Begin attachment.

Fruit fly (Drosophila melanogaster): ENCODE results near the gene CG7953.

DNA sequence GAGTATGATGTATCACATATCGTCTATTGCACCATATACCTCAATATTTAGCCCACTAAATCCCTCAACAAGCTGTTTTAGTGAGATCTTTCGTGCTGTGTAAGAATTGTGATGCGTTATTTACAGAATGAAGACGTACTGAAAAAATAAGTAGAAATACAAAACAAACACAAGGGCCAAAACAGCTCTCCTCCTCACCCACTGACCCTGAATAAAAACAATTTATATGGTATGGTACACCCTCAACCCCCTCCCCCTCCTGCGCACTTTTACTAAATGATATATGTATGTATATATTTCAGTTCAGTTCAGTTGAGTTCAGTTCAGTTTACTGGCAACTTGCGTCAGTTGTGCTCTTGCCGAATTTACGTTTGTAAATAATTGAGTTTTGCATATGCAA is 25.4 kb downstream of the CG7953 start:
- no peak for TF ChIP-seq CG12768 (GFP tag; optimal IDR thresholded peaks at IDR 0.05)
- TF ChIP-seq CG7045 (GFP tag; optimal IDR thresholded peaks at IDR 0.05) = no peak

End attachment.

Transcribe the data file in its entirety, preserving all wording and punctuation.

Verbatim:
Fruit fly (Drosophila melanogaster): ENCODE results near the gene CG7953.

DNA sequence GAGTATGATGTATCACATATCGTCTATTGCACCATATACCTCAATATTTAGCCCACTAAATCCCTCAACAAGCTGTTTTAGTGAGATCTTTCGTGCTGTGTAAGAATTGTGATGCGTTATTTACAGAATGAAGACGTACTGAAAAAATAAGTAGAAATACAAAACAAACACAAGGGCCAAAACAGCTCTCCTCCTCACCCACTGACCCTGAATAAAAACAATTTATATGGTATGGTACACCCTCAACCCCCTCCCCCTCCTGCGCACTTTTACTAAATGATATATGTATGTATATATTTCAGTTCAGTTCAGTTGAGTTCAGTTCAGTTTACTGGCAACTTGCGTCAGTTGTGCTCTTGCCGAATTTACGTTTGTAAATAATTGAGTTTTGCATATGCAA is 25.4 kb downstream of the CG7953 start:
- no peak for TF ChIP-seq CG12768 (GFP tag; optimal IDR thresholded peaks at IDR 0.05)
- TF ChIP-seq CG7045 (GFP tag; optimal IDR thresholded peaks at IDR 0.05) = no peak